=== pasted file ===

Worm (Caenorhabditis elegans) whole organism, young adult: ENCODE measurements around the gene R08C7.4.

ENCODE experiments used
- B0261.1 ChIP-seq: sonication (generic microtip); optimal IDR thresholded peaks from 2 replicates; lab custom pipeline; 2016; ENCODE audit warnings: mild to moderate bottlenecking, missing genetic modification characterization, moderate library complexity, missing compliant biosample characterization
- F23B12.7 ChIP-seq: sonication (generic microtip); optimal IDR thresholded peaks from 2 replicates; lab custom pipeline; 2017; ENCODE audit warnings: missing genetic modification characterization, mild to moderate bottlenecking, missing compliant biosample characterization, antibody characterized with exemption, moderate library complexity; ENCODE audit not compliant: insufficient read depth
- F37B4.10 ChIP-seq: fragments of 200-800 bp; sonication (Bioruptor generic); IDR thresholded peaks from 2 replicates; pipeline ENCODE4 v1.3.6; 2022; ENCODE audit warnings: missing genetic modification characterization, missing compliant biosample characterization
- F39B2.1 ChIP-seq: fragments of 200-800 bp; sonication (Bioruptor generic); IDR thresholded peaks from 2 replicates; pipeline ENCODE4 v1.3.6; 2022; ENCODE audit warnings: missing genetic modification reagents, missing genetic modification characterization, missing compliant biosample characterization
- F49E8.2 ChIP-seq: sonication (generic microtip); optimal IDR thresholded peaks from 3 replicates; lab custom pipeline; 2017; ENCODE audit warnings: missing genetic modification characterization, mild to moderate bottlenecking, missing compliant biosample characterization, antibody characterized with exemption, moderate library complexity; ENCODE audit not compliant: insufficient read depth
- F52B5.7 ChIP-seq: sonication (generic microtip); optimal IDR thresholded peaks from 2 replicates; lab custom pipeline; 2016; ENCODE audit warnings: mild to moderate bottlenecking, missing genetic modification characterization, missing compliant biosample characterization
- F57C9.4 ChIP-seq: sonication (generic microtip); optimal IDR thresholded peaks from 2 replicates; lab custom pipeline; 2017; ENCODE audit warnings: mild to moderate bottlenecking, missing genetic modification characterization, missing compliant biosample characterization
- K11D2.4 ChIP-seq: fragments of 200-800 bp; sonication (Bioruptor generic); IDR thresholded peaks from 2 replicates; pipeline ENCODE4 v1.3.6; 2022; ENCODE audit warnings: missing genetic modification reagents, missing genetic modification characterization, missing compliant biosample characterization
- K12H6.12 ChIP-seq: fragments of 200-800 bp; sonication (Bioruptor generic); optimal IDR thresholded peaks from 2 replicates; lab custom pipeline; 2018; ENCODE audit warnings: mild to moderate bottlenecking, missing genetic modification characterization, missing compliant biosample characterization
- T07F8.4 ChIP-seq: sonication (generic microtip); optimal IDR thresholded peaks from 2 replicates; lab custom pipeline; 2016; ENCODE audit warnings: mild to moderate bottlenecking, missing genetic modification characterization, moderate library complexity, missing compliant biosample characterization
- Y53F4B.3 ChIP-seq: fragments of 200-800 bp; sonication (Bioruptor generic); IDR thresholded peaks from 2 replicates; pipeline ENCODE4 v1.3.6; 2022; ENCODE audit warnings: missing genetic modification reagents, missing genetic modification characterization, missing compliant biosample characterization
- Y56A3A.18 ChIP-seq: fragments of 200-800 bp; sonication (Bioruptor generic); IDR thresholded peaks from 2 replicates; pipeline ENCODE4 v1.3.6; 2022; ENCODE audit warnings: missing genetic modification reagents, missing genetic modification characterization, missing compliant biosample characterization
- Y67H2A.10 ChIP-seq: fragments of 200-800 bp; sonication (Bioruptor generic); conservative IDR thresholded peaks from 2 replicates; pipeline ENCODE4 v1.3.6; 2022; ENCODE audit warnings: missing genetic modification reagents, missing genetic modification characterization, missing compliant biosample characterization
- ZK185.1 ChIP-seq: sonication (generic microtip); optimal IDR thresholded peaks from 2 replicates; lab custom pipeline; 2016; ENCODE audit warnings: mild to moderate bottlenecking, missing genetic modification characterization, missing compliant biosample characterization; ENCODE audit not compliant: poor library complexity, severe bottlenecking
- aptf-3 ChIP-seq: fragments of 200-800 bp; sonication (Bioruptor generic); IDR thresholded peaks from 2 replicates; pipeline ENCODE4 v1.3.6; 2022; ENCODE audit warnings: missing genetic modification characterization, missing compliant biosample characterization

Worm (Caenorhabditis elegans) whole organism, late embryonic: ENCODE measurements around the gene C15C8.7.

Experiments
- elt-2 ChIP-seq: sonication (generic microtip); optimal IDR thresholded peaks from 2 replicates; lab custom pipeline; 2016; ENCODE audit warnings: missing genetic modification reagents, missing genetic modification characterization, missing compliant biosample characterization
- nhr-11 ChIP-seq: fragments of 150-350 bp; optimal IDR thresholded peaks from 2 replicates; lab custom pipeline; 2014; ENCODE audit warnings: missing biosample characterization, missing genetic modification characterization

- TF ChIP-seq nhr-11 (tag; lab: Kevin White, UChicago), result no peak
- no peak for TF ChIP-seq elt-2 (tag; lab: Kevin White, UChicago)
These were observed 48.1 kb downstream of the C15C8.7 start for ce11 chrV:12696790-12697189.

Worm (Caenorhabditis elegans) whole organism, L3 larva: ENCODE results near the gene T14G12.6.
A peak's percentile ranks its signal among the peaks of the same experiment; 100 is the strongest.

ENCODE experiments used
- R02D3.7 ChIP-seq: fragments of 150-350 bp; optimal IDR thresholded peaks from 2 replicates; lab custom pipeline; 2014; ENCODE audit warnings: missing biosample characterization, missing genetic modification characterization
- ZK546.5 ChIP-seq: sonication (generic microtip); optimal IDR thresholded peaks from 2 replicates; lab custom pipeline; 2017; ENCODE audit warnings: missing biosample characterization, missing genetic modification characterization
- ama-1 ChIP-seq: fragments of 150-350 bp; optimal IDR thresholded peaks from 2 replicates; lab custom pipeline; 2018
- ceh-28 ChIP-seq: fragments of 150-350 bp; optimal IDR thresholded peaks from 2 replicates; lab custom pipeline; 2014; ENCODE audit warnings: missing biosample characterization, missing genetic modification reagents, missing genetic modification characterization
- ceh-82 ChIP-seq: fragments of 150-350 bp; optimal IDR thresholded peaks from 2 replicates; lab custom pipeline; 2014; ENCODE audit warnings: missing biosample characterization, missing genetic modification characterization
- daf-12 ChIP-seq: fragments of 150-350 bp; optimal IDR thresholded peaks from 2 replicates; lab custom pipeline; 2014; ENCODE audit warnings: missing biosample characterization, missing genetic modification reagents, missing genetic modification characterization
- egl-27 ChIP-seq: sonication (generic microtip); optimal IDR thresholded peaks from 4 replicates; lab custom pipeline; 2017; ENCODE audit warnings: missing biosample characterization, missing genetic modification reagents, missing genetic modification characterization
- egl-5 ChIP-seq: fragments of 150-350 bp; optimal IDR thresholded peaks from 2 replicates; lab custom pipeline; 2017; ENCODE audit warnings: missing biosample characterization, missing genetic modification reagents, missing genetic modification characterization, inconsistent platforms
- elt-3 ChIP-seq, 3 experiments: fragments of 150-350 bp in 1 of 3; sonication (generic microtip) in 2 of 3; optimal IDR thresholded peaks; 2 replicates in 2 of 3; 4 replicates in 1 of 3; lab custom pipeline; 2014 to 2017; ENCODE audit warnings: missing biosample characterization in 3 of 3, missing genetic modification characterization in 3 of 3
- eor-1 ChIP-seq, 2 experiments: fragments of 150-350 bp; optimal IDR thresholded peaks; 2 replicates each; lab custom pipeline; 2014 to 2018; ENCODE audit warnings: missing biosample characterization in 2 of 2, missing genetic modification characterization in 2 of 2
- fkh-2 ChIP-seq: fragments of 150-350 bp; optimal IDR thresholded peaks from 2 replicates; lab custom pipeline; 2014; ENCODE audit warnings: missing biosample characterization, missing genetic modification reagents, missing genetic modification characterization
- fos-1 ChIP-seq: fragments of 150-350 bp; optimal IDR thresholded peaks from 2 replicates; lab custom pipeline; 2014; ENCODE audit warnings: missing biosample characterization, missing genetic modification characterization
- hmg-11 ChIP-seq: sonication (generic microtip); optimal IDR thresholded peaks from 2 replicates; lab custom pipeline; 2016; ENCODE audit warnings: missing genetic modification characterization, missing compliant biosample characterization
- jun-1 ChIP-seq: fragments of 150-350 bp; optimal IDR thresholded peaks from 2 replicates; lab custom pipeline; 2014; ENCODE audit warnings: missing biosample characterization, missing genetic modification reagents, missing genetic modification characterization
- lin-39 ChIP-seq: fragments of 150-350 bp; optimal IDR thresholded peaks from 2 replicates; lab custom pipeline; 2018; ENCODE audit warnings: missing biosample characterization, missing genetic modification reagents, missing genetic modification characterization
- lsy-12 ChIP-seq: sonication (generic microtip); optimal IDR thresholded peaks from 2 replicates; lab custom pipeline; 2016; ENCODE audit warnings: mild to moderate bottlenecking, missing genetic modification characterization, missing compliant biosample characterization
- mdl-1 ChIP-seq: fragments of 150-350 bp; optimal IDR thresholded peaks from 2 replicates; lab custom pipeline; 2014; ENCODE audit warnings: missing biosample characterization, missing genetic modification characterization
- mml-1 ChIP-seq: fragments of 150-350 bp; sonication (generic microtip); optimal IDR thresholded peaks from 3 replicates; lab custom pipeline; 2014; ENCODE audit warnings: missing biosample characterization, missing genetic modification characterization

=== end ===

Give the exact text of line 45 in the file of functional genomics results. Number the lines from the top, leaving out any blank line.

- mml-1 ChIP-seq: fragments of 150-350 bp; sonication (generic microtip); optimal IDR thresholded peaks from 3 replicates; lab custom pipeline; 2014; ENCODE audit warnings: missing biosample characterization, missing genetic modification characterization